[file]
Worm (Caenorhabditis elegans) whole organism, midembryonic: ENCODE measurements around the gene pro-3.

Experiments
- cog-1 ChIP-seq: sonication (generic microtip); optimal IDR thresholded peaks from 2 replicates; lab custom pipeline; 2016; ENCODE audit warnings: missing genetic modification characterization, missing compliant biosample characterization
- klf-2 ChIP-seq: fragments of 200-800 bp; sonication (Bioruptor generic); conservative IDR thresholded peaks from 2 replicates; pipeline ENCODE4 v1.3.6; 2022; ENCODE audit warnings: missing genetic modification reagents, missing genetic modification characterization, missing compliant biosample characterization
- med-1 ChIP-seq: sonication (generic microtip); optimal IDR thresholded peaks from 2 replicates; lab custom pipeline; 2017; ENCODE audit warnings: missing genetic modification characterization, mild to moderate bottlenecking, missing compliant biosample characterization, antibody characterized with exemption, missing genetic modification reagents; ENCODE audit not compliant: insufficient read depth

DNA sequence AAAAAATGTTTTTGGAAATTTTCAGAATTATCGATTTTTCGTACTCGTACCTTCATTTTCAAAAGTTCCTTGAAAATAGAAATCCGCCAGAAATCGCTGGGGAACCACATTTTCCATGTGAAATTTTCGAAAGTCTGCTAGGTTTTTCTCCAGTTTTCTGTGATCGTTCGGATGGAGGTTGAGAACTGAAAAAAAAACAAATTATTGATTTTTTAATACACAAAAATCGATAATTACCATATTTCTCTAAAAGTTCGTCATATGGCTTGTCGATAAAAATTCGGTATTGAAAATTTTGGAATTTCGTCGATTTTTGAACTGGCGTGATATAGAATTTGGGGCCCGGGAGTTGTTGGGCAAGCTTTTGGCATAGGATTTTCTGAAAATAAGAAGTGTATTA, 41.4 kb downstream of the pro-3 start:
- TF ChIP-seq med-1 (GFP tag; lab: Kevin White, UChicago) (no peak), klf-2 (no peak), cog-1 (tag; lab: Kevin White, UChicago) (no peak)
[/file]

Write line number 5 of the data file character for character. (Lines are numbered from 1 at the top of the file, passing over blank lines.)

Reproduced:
- med-1 ChIP-seq: sonication (generic microtip); optimal IDR thresholded peaks from 2 replicates; lab custom pipeline; 2017; ENCODE audit warnings: missing genetic modification characterization, mild to moderate bottlenecking, missing compliant biosample characterization, antibody characterized with exemption, missing genetic modification reagents; ENCODE audit not compliant: insufficient read depth